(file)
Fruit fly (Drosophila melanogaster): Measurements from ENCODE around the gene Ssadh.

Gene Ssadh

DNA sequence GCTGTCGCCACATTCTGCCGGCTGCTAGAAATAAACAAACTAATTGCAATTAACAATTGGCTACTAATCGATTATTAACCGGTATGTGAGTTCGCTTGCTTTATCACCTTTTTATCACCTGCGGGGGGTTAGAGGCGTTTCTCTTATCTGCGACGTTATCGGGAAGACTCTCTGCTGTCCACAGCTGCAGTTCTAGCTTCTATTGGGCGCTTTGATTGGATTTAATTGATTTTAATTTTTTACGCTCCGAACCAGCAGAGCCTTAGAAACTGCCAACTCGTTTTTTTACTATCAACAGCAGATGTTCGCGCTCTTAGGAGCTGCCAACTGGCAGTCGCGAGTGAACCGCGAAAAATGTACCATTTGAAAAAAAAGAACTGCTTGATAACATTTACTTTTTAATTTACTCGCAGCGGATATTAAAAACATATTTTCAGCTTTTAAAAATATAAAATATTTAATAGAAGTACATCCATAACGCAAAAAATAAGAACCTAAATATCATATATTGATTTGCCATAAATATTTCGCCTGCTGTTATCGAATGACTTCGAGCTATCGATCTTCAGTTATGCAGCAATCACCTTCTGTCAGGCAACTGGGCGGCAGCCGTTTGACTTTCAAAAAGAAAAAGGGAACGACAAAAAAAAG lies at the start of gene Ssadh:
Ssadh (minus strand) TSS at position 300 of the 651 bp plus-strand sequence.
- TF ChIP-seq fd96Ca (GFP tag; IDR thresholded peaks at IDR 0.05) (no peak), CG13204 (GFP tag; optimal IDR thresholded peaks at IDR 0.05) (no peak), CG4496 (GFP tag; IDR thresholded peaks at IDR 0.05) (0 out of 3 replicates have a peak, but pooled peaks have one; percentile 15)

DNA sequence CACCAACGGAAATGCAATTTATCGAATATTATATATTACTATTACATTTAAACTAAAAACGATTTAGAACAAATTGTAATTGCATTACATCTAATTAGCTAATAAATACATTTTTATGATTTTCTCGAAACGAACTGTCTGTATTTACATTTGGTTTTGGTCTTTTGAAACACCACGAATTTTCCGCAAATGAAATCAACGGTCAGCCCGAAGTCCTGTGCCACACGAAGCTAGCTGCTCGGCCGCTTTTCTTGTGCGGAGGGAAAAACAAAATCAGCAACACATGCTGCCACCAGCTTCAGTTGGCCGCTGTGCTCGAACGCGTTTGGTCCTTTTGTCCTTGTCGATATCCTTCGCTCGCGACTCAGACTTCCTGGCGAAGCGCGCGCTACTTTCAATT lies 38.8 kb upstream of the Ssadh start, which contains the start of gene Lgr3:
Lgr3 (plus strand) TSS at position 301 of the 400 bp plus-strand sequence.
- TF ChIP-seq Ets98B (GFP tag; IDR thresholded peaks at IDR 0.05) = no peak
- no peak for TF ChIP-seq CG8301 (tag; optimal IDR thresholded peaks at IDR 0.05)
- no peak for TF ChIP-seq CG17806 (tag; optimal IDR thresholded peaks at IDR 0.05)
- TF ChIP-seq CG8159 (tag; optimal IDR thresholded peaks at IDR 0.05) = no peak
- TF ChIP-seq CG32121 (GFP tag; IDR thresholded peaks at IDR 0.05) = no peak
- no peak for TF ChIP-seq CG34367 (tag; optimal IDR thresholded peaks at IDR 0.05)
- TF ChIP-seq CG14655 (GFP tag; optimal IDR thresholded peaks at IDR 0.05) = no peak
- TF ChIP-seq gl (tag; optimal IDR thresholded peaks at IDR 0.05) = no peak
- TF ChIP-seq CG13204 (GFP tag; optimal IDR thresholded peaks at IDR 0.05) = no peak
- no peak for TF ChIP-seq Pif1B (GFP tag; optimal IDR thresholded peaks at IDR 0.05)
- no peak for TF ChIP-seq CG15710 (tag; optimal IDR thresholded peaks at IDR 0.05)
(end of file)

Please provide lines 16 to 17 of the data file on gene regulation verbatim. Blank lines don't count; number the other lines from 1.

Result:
- TF ChIP-seq CG13204 (GFP tag; optimal IDR thresholded peaks at IDR 0.05) = no peak
- no peak for TF ChIP-seq Pif1B (GFP tag; optimal IDR thresholded peaks at IDR 0.05)